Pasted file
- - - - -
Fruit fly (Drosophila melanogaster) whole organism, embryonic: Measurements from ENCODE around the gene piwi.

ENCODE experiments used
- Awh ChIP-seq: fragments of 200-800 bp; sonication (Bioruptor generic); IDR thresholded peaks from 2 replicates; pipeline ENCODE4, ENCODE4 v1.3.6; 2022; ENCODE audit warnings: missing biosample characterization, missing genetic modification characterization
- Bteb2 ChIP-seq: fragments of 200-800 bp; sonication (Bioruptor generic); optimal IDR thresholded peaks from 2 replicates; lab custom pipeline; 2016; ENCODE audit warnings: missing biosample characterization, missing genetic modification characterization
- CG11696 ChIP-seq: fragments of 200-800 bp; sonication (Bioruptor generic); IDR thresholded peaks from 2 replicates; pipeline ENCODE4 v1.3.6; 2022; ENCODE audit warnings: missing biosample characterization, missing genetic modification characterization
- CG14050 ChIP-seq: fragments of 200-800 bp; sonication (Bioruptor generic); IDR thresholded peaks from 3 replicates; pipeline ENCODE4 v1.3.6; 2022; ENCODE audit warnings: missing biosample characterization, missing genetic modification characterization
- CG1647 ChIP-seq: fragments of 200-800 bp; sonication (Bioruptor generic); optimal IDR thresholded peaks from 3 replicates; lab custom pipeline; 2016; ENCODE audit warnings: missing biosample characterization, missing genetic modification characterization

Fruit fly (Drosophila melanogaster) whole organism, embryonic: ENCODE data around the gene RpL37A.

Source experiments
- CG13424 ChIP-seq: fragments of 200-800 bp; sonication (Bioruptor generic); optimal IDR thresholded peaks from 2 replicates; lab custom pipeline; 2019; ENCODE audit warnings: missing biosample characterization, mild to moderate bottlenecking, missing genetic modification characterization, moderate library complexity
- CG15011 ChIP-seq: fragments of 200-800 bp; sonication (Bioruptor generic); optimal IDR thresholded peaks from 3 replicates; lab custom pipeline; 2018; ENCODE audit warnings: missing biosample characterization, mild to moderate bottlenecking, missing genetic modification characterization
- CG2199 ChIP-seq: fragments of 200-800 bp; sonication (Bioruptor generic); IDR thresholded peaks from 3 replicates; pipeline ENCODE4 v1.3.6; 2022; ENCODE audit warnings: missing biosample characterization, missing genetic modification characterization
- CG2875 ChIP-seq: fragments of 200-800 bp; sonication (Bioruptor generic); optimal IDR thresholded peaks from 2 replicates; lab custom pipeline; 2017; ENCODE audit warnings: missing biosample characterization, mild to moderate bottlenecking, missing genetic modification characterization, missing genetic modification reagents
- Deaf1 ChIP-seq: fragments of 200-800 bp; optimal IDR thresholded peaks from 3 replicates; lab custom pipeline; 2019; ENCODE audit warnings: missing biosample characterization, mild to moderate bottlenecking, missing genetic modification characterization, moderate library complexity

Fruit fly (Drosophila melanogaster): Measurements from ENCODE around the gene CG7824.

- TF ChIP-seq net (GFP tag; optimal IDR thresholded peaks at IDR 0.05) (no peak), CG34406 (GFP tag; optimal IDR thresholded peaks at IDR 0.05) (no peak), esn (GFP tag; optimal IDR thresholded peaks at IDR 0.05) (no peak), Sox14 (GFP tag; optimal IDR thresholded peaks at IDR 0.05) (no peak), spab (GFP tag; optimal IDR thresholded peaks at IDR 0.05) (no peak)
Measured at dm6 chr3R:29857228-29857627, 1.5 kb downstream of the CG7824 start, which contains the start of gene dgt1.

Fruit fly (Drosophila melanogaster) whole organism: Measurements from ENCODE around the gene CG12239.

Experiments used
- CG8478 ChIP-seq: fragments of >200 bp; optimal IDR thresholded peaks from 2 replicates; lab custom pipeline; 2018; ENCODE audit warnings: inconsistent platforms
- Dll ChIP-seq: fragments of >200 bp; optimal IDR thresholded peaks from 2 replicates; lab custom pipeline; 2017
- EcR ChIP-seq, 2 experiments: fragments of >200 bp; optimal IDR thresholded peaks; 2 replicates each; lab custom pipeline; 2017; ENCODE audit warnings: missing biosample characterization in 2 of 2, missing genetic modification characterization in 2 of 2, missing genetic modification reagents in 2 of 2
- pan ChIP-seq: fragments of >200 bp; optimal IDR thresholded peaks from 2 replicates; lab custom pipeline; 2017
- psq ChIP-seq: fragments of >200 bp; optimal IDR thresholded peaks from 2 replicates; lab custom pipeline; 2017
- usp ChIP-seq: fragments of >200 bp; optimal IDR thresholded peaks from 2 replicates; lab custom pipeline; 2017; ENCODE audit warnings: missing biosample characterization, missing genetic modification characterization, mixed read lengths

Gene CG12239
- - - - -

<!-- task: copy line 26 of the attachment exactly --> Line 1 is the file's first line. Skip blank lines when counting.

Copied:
Gene CG12239